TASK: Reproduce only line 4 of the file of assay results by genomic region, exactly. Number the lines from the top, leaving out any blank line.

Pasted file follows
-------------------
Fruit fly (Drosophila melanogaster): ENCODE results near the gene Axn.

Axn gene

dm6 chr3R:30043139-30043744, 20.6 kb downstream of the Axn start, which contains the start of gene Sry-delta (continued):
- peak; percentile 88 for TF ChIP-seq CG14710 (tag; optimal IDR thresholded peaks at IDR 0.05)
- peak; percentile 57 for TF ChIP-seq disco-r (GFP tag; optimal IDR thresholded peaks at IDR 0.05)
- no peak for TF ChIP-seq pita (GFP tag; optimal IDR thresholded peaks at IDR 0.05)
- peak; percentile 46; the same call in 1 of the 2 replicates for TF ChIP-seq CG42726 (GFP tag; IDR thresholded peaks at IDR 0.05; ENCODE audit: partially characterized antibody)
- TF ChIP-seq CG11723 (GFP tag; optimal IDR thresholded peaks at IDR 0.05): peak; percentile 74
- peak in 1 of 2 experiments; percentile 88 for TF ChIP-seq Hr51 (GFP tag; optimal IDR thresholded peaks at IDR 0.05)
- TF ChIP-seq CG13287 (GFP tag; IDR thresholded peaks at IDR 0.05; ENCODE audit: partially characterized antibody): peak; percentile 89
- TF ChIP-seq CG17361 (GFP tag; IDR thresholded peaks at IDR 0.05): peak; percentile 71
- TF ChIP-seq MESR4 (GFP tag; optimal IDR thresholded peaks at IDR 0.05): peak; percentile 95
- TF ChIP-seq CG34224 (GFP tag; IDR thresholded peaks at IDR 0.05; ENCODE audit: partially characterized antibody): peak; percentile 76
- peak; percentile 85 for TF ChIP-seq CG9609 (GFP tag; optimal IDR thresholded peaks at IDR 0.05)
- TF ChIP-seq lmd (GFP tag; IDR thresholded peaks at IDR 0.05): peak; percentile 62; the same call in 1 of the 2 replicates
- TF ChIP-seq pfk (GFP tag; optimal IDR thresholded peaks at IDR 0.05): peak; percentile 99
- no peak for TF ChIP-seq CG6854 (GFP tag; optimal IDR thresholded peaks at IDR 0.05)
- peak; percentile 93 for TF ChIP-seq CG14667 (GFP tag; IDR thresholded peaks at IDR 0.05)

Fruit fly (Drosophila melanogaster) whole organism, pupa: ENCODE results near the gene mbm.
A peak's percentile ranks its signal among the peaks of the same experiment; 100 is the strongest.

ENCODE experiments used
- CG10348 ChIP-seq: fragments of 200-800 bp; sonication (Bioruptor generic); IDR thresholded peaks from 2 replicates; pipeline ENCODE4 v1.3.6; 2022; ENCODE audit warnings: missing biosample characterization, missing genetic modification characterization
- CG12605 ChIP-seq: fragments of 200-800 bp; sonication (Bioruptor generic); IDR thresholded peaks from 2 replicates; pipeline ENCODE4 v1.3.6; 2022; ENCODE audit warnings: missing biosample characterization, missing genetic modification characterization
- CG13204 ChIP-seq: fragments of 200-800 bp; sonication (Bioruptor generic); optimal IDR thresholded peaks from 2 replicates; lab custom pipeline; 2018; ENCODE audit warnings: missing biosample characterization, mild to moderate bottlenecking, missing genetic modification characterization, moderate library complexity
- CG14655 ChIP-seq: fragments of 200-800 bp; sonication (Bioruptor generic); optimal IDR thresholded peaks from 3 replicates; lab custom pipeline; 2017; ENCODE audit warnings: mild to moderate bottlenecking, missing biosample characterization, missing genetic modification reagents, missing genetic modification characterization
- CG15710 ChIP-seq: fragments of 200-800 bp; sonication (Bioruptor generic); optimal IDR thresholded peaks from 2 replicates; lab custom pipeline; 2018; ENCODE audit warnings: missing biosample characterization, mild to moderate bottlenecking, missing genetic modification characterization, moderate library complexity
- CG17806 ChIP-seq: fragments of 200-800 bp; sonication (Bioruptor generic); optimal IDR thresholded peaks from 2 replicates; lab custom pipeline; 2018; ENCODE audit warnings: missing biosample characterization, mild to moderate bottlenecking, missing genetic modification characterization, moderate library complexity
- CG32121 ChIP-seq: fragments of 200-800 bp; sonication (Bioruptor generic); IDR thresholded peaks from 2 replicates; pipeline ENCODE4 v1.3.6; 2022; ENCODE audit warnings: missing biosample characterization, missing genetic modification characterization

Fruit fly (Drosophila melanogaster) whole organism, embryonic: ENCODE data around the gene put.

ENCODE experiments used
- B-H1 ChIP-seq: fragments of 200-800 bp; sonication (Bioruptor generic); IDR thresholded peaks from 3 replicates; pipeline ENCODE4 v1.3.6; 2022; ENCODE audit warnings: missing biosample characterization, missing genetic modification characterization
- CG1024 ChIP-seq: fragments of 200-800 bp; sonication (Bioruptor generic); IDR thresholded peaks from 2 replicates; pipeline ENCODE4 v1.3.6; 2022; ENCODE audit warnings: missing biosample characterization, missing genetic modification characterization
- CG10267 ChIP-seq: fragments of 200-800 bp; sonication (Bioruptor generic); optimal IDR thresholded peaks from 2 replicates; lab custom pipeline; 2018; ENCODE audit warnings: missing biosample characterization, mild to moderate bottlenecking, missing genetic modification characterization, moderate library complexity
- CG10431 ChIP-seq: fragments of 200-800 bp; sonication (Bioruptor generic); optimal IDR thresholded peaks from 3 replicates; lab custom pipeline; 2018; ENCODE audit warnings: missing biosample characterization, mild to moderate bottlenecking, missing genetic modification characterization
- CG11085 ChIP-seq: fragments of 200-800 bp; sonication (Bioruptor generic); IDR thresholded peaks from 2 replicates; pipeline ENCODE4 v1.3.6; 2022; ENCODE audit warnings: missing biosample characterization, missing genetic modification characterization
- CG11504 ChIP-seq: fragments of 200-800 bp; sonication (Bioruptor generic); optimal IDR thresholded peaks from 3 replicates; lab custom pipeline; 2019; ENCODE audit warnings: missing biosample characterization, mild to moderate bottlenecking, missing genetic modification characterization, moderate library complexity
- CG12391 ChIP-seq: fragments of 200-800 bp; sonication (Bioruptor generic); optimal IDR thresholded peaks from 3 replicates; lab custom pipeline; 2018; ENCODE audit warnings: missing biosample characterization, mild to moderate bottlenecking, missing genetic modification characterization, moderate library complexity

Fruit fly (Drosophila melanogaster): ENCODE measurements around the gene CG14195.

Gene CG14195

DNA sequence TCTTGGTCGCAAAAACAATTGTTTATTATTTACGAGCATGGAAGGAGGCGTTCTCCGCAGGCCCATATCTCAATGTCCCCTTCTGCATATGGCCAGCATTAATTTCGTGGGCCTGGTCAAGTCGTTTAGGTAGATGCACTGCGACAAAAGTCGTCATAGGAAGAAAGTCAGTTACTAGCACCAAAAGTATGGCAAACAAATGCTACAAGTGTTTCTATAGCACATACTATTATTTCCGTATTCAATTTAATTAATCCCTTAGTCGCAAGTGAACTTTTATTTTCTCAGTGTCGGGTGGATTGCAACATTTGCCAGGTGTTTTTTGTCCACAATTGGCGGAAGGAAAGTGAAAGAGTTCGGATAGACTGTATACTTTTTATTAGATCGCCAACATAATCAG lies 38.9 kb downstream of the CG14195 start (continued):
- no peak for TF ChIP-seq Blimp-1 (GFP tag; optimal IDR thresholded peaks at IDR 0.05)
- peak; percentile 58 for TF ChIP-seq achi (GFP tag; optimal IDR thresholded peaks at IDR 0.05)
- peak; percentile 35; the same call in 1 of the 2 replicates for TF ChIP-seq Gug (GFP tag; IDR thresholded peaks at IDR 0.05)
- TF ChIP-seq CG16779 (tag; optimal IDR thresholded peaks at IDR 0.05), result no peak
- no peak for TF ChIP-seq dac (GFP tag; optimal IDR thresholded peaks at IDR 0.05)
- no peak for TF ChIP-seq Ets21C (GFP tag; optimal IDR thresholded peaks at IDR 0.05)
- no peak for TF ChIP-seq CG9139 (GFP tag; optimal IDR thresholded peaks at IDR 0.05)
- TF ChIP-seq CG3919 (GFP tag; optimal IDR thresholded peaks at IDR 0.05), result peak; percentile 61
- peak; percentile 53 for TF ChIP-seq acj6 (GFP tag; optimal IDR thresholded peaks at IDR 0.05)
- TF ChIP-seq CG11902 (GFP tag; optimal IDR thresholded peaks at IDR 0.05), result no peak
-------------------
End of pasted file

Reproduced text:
- peak; percentile 88 for TF ChIP-seq CG14710 (tag; optimal IDR thresholded peaks at IDR 0.05)